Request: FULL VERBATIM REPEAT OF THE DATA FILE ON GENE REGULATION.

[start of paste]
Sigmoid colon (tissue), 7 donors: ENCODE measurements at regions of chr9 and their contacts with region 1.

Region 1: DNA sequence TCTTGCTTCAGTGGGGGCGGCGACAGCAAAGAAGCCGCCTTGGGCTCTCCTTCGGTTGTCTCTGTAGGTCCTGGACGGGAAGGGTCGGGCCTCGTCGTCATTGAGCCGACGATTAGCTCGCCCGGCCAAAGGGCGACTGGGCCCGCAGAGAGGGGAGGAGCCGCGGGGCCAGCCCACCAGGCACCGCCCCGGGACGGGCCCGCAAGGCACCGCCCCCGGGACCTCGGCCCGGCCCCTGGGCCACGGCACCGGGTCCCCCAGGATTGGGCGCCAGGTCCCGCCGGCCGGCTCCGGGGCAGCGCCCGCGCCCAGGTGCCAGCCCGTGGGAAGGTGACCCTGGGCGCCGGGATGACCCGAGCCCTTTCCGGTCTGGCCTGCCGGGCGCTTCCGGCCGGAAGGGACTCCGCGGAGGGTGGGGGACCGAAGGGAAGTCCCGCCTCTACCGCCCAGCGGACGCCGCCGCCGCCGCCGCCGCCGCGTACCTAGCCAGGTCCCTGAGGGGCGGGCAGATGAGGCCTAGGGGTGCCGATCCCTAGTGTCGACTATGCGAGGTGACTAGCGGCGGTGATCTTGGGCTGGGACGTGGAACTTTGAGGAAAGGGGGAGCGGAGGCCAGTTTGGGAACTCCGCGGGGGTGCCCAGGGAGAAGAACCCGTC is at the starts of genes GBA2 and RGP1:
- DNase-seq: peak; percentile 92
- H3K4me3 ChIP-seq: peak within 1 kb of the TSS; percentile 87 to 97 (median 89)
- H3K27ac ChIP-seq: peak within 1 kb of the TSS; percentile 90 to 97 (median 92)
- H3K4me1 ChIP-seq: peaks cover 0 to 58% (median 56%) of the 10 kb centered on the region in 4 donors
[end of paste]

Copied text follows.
Sigmoid colon (tissue), 7 donors: ENCODE measurements at regions of chr9 and their contacts with region 1.

Region 1: DNA sequence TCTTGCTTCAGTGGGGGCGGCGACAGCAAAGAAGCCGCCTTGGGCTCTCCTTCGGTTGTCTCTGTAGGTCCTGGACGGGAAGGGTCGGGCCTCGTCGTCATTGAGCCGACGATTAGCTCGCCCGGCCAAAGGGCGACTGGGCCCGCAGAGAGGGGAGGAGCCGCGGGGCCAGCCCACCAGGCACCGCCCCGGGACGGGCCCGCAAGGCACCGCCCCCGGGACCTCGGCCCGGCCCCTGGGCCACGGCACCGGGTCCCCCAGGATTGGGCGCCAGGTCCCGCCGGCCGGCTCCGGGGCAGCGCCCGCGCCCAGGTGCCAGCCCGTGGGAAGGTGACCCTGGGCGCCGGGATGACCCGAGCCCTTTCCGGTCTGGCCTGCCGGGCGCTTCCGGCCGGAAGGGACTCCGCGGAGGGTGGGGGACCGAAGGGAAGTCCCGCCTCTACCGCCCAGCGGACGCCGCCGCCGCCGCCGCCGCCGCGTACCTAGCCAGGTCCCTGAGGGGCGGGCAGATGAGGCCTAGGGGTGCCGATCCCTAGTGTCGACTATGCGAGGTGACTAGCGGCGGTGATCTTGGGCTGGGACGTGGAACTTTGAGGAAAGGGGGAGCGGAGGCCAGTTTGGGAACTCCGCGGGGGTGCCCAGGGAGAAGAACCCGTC is at the starts of genes GBA2 and RGP1:
- DNase-seq: peak; percentile 92
- H3K4me3 ChIP-seq: peak within 1 kb of the TSS; percentile 87 to 97 (median 89)
- H3K27ac ChIP-seq: peak within 1 kb of the TSS; percentile 90 to 97 (median 92)
- H3K4me1 ChIP-seq: peaks cover 0 to 58% (median 56%) of the 10 kb centered on the region in 4 donors